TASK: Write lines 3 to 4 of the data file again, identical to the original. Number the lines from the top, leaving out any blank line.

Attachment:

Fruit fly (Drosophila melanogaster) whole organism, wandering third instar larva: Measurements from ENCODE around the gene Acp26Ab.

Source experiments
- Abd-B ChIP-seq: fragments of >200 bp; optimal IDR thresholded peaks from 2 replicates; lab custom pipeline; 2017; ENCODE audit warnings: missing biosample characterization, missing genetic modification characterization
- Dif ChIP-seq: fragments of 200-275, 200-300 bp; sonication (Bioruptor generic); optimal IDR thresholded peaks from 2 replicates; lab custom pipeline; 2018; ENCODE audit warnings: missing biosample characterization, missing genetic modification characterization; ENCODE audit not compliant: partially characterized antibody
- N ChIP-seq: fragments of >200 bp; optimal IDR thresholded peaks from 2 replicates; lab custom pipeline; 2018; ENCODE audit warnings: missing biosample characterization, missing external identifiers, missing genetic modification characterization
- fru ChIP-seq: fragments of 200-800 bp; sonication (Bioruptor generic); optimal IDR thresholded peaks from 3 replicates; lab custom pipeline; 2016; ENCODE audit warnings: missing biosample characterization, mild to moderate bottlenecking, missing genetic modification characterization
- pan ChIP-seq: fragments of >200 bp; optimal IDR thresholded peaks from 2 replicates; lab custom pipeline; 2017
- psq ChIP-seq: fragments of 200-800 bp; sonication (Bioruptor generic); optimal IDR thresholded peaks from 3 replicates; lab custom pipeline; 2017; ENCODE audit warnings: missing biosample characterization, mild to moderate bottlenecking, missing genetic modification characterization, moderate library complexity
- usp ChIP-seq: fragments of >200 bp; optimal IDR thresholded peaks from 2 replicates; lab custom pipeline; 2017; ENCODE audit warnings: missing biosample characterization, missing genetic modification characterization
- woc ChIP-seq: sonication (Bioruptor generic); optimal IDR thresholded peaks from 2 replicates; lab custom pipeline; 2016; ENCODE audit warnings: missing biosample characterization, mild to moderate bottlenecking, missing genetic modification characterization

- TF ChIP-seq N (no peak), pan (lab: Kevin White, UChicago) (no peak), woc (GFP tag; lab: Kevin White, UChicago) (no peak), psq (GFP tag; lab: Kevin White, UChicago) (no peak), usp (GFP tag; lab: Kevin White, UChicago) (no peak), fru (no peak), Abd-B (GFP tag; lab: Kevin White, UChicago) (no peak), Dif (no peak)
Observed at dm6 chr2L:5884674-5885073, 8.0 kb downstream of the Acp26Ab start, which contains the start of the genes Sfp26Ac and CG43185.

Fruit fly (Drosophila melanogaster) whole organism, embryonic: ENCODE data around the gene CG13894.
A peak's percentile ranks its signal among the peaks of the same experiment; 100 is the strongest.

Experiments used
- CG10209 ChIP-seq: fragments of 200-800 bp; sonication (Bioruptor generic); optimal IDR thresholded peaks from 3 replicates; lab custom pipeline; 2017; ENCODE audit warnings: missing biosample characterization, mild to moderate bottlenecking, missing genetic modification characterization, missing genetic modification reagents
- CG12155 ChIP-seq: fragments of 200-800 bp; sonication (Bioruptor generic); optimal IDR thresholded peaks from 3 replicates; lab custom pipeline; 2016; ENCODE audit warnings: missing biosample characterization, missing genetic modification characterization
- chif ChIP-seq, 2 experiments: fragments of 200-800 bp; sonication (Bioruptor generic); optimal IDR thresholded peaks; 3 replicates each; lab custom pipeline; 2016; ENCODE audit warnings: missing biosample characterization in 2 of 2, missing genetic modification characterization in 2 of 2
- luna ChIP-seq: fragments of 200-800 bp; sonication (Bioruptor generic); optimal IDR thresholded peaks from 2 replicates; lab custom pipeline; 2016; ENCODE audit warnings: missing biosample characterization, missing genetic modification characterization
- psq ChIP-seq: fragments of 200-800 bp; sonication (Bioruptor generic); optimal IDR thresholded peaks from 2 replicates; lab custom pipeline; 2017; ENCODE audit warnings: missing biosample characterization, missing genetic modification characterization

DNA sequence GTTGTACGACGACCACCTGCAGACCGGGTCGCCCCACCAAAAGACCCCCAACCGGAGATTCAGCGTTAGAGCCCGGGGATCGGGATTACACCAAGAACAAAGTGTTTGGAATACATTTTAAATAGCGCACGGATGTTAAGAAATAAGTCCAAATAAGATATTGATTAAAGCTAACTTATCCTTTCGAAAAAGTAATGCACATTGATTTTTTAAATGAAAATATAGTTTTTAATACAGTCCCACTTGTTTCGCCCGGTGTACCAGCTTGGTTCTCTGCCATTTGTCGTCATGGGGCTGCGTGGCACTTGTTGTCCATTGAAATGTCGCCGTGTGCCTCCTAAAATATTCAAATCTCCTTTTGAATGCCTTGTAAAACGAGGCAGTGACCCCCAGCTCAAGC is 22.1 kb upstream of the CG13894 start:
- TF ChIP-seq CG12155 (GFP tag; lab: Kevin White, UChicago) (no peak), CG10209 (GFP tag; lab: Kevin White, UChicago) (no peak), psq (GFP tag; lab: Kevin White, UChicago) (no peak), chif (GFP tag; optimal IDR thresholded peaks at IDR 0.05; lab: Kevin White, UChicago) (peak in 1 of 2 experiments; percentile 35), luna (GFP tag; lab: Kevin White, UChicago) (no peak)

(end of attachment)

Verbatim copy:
- Abd-B ChIP-seq: fragments of >200 bp; optimal IDR thresholded peaks from 2 replicates; lab custom pipeline; 2017; ENCODE audit warnings: missing biosample characterization, missing genetic modification characterization
- Dif ChIP-seq: fragments of 200-275, 200-300 bp; sonication (Bioruptor generic); optimal IDR thresholded peaks from 2 replicates; lab custom pipeline; 2018; ENCODE audit warnings: missing biosample characterization, missing genetic modification characterization; ENCODE audit not compliant: partially characterized antibody